Human rights organizations had appealed to the Saudi authorities on Rizana’s behalf.
The AHRC message reads as follows:
The Asian Human Rights Commission is happy to learn that His Royal Highness King Abdullah bin Abdulaziz Al Saud of Saudi Arabia has taken the initial steps towards a reprieve for Rizana Nafeek, the Sri Lankan girl who is currently on the death row in Saudi Arabia convicted for strangling a baby in her care. Rizana, who was 17 years old at the time of the incident, claims it was an accident in which the baby choked while being bottle-fed. The Supreme Court in Riyadh confirmed her death sentence in late October 2010.
The Sri Lankan External Affairs Ministry’s Consular Chief Somadasa Wijeysundera reported this Sunday, November 14, 2010, that King Abdullah has directed officials to meet with the parents of the deceased infant for whom Rizana worked. He stated that the King's actions come as a response to the plea from the Sri Lankan President Rajapakse to grant the girl clemency, emphasizing that discreet diplomatic efforts were underway to secure her release.
Wijeysundera further stated that several other diplomatic efforts have been stepped up both in Riyadh and internationally to gather support for Rizana's release. "Our envoys in several countries both in the West and elsewhere are working closely with those respective countries towards this end. The response is encouraging but the process is slow because it needs a lot of diplomatic patience and understanding," he said.
Saudi Arabia's law is based on Sharia, the Islamic Law, which holds certain restrictions. As the Supreme Court of Saudi Arabia recently confirmed her death sentence, the options of judicial remedies have been exhausted. The decision can only be challenged if new evidence comes to light, if King Abdullah, who also serves as Prime Minister, grants her a pardon or the parents of the deceased infant withdraw their claim of murder or settle for blood money. The King's initiative to let officials meet with the family is therefore acknowledged as an important step in granting a reprieve to Rizana.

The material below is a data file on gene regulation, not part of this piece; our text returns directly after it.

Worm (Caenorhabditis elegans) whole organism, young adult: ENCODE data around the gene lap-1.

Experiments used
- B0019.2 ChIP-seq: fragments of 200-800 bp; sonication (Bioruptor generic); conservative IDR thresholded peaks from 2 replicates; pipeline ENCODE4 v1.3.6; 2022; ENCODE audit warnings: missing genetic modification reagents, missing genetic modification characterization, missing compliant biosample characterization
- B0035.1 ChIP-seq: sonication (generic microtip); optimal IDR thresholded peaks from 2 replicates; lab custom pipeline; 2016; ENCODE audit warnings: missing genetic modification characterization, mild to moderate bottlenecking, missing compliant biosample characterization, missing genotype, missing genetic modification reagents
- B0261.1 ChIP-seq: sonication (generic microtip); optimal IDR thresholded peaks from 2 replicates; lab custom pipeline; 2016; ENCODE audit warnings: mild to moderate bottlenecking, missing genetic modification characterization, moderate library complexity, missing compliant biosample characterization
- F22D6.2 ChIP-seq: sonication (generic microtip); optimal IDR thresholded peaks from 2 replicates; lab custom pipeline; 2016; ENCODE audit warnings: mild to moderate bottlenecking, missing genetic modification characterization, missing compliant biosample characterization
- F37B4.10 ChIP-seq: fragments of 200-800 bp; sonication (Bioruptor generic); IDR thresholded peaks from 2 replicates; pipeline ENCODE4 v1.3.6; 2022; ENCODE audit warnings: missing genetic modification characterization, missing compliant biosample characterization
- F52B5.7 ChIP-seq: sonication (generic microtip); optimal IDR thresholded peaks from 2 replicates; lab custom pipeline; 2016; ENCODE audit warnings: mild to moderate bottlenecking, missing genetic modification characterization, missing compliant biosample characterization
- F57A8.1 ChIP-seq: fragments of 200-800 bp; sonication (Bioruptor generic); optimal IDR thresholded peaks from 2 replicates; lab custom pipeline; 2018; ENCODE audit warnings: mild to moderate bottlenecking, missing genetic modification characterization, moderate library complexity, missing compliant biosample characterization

The Asian Human Rights Commission, Amnesty International, Human Rights Watch among other human rights groups and civil society organizations have followed the case closely and worked intensively to put continuous pressure on the Saudi King and The Minister of Interior in Saudi Arabia to grant Rizana clemency as well as requesting
President Rajapakse to appeal to King Abdullah and request a diplomatic dialogue on the case.
While the eyes of the world currently are on King Abdullah and President Rajapakse, this should also be used to address the underlying causes to this disastrous situation and how the young girl from a rural, poor family ended up there in the first place. In Sri Lanka there is an urgent need to address the growing problem of illegal operations by the recruitment agencies to send workers overseas. As Sri Lanka's biggest source to foreign currency is remittance from workers overseas, the Sri Lankan government has been slow and reluctant to put pressure on the Saudi King before the international and national attention forced it to intervene. Addressing the problems of the workers overseas have therefore not been a priority before and something President Rajapakse would rather prefer to keep disguised.
In the case of Rizana it was after all the recruitment agency in Sri Lanka, who illegally altered her birthday to be able to employ her in Saudi Arabia. This resulted in Rizana holding a job as a baby caretaker; a job, which she was neither mature nor experienced enough to hold and thus led to the tragic death of a child. The current situation should be used genuinely for a call on the Sri Lankan government to take strong measures against the exploitation of underage labour and the implementation of protection for the country's migrant workers.
While the response by the Saudi King to intervene in Rizana's case is encouraging, it is crucial to maintain international as well as national pressure on the situation so that Rizana will be released.